Remembering that these were originally radio broadcasts,
Lewis has received some objections to his thesis that God
puts a moral law within the souls of humans.
A good apologist knows how to handle objections.
So in chapter 2, Lewis “wants to stop and make his foundation firm”
So he addresses these objections one by one.
In this, Lewis shows us a wise apologist.
He listens so carefully that he can repeat back to his objector
his argument so clearly that the objector knows he has been heard —
and then and only then does he attempt to dismantle the argument.
Listen to just the first two minutes of this video,
and then tell us the first two steps of overcoming objections.
(Though the context is sales, this works for anything!)
1. What stands out to you from the above?
2. Can you think of a couple of reasons to read good apologists like Lewis?
3. What are the first two steps in overcoming objections according to the above lecture?
4. How well do you do this? Give an illustration of when you did this well or poorly.
Monday: Objection: Morality is just the “herd instinct.” (Paragraphs 1-2)
5. Read the first paragraph of Chapter 2. What does Lewis want to do before he continues and why?
The first objection is that the “moral law” of which Lewis speaks, is really just the “herd instinct.” We have an animal instinct to do what the majority does.
With humans, the thought is, if the majority of humans around you are helping others, then the “herd instinct” will make you want to help. If the majority of humans around you are avoiding cocaine, the “herd instinct” will cause you to avoid cocaine. Some philosophers said, “This is not the law of God in your heart, this is the herd instinct.”
Read paragraph 2 of chapter 2.
5. Here Lewis lists the objection of herd instinct. How do you see Lewis first both listening and affirming his objector?
Now Lewis begins to dismantle the objection, talking about two conflicting impulses, using the example of a man in danger crying for help. The herd instinct may make you want to help, and the self-preservation instinct may make you want to run away.
6. In this second paragraph Lewis talks about a third impulse. What is it?
7. Can you give an example of a “herd instinct” that seems immoral to you? Why do you think it seems immoral to you?
Tuesday: The Third Impulse (paragraphs 3-5)
Read the third paragraph beginning with “Another way of seeing…”)
8. Lewis brings up the point that the moral law doesn’t always tell us to suppress the herd instinct, nor does it always tell us to suppress the self-preservation instinct. Sometimes, for example, sexual instinct is good, and sometimes it is bad. What point is Lewis making?
Read the fourth paragraph beginning with “Here is a third way of seeing it.”
9. When he opens this paragraph, he uses logic to show why the Moral Law could not be one of our instincts. What is it? Share an illustration he gives.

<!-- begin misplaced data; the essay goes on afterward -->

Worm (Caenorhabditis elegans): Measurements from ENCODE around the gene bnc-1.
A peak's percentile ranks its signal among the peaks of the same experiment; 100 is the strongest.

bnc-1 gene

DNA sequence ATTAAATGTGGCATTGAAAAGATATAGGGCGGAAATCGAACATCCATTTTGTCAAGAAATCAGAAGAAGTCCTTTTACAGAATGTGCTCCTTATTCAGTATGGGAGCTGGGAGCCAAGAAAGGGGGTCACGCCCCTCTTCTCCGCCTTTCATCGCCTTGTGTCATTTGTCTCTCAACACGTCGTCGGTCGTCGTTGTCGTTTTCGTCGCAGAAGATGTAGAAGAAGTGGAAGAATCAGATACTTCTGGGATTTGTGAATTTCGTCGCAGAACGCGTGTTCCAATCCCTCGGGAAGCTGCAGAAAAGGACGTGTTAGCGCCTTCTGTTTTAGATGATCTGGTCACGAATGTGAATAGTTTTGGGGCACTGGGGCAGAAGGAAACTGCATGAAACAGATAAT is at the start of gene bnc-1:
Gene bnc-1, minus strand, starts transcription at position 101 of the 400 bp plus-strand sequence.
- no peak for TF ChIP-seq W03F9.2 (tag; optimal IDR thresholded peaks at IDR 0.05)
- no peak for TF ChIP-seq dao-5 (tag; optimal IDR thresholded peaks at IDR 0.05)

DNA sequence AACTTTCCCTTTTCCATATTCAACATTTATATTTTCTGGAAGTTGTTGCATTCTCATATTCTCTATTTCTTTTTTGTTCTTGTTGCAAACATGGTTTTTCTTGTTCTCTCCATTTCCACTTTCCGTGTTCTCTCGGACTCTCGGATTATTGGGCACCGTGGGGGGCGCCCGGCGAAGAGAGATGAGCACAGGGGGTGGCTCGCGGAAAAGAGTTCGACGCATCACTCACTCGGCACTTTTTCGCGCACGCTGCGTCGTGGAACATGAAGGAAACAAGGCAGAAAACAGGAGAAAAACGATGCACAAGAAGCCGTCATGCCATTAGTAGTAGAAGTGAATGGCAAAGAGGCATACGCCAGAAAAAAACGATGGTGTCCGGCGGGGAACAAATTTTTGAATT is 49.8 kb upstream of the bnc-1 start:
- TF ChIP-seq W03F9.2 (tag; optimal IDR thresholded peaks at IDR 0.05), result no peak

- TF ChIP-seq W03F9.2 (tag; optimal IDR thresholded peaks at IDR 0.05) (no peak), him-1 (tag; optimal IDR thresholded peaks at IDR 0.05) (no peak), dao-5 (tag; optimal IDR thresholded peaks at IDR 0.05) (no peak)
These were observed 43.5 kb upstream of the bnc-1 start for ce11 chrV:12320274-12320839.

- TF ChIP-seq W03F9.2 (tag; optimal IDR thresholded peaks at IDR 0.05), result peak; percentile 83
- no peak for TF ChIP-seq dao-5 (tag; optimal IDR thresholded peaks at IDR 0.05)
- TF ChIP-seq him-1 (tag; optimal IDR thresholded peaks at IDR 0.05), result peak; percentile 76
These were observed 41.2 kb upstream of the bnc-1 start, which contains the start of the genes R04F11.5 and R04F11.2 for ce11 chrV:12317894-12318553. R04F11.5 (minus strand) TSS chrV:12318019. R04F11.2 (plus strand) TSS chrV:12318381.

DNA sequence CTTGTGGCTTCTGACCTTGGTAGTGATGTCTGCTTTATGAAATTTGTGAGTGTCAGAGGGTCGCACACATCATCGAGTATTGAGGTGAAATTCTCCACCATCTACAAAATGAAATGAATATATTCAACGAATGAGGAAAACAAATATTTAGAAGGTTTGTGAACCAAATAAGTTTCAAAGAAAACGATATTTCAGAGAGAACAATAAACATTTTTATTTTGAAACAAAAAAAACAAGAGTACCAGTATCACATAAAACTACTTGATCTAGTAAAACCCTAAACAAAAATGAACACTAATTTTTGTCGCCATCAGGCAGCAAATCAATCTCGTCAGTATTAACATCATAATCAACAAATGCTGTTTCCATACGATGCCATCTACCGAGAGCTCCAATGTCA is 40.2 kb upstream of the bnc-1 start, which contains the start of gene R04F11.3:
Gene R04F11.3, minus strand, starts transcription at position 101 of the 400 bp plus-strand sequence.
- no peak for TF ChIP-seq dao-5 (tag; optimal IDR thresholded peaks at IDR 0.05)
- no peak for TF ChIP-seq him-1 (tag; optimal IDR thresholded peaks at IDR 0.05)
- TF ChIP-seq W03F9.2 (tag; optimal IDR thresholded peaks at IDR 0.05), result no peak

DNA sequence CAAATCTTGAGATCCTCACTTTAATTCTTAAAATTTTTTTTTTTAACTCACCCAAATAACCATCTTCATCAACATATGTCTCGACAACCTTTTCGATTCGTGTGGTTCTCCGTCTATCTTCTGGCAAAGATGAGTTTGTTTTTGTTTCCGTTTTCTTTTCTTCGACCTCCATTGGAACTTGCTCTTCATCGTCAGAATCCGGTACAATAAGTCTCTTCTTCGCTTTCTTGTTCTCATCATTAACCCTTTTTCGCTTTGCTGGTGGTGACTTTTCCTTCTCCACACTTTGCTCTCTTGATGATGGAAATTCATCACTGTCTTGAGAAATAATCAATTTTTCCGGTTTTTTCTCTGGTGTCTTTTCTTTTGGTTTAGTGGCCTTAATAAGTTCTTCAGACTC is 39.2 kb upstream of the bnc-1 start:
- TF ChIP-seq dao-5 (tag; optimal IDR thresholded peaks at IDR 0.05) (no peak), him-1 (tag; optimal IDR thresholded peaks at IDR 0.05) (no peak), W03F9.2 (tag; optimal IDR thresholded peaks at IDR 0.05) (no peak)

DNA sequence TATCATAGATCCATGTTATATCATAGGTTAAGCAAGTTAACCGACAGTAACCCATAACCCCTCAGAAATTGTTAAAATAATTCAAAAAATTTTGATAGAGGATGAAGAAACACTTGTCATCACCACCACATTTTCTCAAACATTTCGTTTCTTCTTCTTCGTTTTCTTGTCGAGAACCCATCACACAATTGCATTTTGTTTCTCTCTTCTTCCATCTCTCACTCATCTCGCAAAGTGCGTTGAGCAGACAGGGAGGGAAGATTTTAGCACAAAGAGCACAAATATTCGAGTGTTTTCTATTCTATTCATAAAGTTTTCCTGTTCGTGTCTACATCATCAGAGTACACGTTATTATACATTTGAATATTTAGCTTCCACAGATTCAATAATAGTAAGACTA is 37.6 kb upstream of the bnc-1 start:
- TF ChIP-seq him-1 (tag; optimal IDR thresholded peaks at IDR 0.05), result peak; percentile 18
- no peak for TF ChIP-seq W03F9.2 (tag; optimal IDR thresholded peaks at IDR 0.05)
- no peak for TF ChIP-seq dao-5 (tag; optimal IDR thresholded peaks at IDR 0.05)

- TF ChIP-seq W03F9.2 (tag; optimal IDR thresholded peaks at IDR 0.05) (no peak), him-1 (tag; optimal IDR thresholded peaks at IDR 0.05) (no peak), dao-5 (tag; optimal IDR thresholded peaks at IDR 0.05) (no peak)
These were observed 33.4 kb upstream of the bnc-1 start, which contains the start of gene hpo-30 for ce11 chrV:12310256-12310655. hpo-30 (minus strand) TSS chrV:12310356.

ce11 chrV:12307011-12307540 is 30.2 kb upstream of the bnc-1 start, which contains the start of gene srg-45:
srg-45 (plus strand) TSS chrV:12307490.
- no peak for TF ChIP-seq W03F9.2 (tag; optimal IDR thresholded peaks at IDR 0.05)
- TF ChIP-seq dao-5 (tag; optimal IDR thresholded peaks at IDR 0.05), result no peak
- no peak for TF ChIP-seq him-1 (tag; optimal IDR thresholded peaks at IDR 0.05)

Read the fifth paragraph beginning with “By the way, the point is of great practical consequence.”
10. What does Lewis say is the “most dangerous thing you can do” and why? Can you give an illustration?
Morality is Just Social Convention Put Into Us By Education
Read from the 6th paragraph beginning with: “Other people wrote…” all the way to the end, underlining as you read. This is heavy, but if you can get his main point, that will be wonderful!
11. Lewis differentiates between two kinds of things that are taught – things that may be invented by humans, such as driving on the left side of the road, and things that are not, such as math. To which kind of thing does he believe the moral law belongs?
12. What two reasons does he give for the moral law being in the category of things that are not human invention?
13. If moral law is due to education, then the most moral civilizations on earth should be the most educated ones. Do you think that is true? Give an illustration, if possible.
Let’s consider a very educated country in the time of Lewis: Germany in World War II. In the historical fiction novel, Lilac Girls, one of the three women was Herta, based on Herta Oberheuser, a Nazi doctor who performed horrendous experiments in Ravensbruck on the Jewish prisoners. Herta was caught between the herd instinct and the self-protective instinct. Though when she first arrived at the camp, she was shocked at how the prisoners were being treated, for her herd instinct (what her family and friends thought was wrong) deemed it immoral. But then she was told if she didn’t cooperate, they would imprison her family and put her to death. She began to justify the surgeries, and performed them.
15. Which instinct won? Can you empathize or not? Explain.
I6. Read or skim the following article and explain what happened to Herta after the war. How do you think Lewis would explain this considering that the two instincts opposed one another.
17. What is your take-a-way this week and why?